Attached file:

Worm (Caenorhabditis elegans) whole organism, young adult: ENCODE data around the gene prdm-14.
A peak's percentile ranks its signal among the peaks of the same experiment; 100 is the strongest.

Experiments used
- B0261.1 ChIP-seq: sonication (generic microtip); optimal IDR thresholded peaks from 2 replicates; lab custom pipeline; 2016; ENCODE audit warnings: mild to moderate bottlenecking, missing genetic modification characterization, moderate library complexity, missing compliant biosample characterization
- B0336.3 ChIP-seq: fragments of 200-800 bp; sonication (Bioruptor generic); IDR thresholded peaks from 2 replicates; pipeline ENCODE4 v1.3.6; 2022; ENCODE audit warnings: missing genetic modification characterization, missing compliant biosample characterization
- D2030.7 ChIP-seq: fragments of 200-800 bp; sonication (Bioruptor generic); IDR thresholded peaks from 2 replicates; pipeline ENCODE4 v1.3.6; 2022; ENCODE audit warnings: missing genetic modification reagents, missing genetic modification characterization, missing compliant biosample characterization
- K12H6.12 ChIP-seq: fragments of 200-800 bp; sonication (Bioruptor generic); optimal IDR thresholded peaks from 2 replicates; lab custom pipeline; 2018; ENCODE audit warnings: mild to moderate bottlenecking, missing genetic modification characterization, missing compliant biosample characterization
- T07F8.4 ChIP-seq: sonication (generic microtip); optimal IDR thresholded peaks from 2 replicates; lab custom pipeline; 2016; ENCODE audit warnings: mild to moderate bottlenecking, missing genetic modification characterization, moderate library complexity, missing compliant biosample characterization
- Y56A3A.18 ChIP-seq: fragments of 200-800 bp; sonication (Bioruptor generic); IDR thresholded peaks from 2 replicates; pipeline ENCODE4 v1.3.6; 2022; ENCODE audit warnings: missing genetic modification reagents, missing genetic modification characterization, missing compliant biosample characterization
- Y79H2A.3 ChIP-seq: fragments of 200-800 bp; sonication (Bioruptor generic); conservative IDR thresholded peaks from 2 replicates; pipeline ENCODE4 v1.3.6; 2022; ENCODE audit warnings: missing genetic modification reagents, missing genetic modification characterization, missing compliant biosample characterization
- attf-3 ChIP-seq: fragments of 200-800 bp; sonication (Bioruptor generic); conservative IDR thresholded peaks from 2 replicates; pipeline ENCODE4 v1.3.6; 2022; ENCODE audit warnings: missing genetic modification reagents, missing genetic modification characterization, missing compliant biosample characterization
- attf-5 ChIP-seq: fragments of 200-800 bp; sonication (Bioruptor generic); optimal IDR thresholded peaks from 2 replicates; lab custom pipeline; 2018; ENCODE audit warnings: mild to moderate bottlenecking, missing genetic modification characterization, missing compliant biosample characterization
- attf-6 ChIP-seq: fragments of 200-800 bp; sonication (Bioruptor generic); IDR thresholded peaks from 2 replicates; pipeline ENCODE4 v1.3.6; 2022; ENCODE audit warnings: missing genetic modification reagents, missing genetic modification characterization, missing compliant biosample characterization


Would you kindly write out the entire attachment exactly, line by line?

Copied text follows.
Worm (Caenorhabditis elegans) whole organism, young adult: ENCODE data around the gene prdm-14.
A peak's percentile ranks its signal among the peaks of the same experiment; 100 is the strongest.

Experiments used
- B0261.1 ChIP-seq: sonication (generic microtip); optimal IDR thresholded peaks from 2 replicates; lab custom pipeline; 2016; ENCODE audit warnings: mild to moderate bottlenecking, missing genetic modification characterization, moderate library complexity, missing compliant biosample characterization
- B0336.3 ChIP-seq: fragments of 200-800 bp; sonication (Bioruptor generic); IDR thresholded peaks from 2 replicates; pipeline ENCODE4 v1.3.6; 2022; ENCODE audit warnings: missing genetic modification characterization, missing compliant biosample characterization
- D2030.7 ChIP-seq: fragments of 200-800 bp; sonication (Bioruptor generic); IDR thresholded peaks from 2 replicates; pipeline ENCODE4 v1.3.6; 2022; ENCODE audit warnings: missing genetic modification reagents, missing genetic modification characterization, missing compliant biosample characterization
- K12H6.12 ChIP-seq: fragments of 200-800 bp; sonication (Bioruptor generic); optimal IDR thresholded peaks from 2 replicates; lab custom pipeline; 2018; ENCODE audit warnings: mild to moderate bottlenecking, missing genetic modification characterization, missing compliant biosample characterization
- T07F8.4 ChIP-seq: sonication (generic microtip); optimal IDR thresholded peaks from 2 replicates; lab custom pipeline; 2016; ENCODE audit warnings: mild to moderate bottlenecking, missing genetic modification characterization, moderate library complexity, missing compliant biosample characterization
- Y56A3A.18 ChIP-seq: fragments of 200-800 bp; sonication (Bioruptor generic); IDR thresholded peaks from 2 replicates; pipeline ENCODE4 v1.3.6; 2022; ENCODE audit warnings: missing genetic modification reagents, missing genetic modification characterization, missing compliant biosample characterization
- Y79H2A.3 ChIP-seq: fragments of 200-800 bp; sonication (Bioruptor generic); conservative IDR thresholded peaks from 2 replicates; pipeline ENCODE4 v1.3.6; 2022; ENCODE audit warnings: missing genetic modification reagents, missing genetic modification characterization, missing compliant biosample characterization
- attf-3 ChIP-seq: fragments of 200-800 bp; sonication (Bioruptor generic); conservative IDR thresholded peaks from 2 replicates; pipeline ENCODE4 v1.3.6; 2022; ENCODE audit warnings: missing genetic modification reagents, missing genetic modification characterization, missing compliant biosample characterization
- attf-5 ChIP-seq: fragments of 200-800 bp; sonication (Bioruptor generic); optimal IDR thresholded peaks from 2 replicates; lab custom pipeline; 2018; ENCODE audit warnings: mild to moderate bottlenecking, missing genetic modification characterization, missing compliant biosample characterization
- attf-6 ChIP-seq: fragments of 200-800 bp; sonication (Bioruptor generic); IDR thresholded peaks from 2 replicates; pipeline ENCODE4 v1.3.6; 2022; ENCODE audit warnings: missing genetic modification reagents, missing genetic modification characterization, missing compliant biosample characterization